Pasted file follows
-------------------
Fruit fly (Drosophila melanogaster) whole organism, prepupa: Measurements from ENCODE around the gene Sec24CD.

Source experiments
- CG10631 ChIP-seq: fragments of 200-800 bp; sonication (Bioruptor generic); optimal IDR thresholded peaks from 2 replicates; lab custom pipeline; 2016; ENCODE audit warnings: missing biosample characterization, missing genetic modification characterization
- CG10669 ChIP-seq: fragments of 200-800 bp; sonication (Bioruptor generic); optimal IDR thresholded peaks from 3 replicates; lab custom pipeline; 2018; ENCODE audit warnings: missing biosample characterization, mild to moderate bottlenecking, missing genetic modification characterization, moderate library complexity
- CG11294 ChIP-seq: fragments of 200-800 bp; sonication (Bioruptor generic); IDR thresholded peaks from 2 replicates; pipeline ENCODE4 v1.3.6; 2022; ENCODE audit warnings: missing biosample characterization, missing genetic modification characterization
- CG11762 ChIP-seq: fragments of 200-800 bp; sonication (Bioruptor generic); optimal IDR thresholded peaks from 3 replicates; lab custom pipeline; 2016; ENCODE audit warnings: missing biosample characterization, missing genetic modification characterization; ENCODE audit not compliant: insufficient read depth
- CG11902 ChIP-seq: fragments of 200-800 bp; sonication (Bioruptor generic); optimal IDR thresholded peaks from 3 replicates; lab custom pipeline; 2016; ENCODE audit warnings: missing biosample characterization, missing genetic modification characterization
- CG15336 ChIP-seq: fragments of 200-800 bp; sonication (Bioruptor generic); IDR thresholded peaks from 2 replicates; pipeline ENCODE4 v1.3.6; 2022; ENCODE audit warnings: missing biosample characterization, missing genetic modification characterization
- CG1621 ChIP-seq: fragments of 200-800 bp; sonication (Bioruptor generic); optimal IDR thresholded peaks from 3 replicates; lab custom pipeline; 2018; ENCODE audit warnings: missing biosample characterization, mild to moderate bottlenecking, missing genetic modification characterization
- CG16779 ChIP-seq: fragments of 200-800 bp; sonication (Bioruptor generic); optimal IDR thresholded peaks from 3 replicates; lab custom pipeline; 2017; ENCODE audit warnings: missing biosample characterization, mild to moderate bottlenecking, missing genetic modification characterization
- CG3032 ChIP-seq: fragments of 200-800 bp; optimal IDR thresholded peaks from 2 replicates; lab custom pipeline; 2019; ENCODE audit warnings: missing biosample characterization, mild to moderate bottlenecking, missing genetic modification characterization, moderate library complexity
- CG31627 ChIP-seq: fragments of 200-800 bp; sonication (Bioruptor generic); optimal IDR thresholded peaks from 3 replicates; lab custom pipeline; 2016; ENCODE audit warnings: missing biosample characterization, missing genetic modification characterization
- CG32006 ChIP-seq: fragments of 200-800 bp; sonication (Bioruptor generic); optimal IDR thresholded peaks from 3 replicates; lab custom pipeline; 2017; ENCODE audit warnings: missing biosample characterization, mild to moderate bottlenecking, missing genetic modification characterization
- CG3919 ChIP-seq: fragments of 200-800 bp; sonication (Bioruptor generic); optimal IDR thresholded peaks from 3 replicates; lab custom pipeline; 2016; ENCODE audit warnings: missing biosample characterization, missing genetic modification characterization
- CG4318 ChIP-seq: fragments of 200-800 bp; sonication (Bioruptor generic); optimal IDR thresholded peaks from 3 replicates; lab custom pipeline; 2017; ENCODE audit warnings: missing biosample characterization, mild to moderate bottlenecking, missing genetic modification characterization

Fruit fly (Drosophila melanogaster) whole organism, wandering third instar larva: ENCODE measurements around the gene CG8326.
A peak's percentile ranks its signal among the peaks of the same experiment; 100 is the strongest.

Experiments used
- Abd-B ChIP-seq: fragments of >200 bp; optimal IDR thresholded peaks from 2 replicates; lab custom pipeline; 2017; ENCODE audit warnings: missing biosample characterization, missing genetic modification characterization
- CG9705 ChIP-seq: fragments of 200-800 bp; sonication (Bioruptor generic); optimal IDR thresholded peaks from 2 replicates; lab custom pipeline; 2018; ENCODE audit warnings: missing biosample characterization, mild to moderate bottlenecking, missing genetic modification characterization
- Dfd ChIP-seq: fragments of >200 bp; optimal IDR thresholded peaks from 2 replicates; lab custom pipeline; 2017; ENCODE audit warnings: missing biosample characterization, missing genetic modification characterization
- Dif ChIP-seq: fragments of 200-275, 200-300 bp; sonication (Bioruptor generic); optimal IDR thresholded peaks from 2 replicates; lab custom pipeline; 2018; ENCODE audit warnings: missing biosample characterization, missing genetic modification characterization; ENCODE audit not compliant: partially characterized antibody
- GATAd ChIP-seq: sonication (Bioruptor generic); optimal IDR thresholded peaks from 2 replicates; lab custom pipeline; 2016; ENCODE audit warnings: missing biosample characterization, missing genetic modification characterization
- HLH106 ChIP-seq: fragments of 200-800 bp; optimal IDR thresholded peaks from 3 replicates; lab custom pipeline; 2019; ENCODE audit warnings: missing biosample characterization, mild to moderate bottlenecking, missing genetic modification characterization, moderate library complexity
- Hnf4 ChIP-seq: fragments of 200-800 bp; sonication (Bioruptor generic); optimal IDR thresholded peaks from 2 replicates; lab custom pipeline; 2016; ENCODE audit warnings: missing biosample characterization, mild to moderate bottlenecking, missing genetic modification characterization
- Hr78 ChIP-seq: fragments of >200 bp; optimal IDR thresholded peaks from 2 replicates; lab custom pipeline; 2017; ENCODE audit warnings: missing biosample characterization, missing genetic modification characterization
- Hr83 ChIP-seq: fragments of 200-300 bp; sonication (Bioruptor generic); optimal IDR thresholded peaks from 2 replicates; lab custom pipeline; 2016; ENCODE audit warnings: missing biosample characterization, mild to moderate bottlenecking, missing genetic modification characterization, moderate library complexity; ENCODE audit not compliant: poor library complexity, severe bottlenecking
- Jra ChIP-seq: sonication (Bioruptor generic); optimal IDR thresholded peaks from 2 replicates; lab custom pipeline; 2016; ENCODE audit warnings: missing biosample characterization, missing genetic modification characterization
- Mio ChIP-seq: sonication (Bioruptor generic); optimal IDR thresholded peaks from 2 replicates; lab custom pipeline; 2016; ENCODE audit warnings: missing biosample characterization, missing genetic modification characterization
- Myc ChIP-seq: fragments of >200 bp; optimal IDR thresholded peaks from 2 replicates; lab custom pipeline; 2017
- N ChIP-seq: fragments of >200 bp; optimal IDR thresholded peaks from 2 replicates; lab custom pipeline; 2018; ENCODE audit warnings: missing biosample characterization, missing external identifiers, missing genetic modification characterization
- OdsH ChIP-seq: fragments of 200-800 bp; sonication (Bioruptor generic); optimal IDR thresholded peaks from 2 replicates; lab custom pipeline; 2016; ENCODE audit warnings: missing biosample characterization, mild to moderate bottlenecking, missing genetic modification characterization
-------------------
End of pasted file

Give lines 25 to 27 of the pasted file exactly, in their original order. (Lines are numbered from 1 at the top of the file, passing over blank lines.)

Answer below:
- Hnf4 ChIP-seq: fragments of 200-800 bp; sonication (Bioruptor generic); optimal IDR thresholded peaks from 2 replicates; lab custom pipeline; 2016; ENCODE audit warnings: missing biosample characterization, mild to moderate bottlenecking, missing genetic modification characterization
- Hr78 ChIP-seq: fragments of >200 bp; optimal IDR thresholded peaks from 2 replicates; lab custom pipeline; 2017; ENCODE audit warnings: missing biosample characterization, missing genetic modification characterization
- Hr83 ChIP-seq: fragments of 200-300 bp; sonication (Bioruptor generic); optimal IDR thresholded peaks from 2 replicates; lab custom pipeline; 2016; ENCODE audit warnings: missing biosample characterization, mild to moderate bottlenecking, missing genetic modification characterization, moderate library complexity; ENCODE audit not compliant: poor library complexity, severe bottlenecking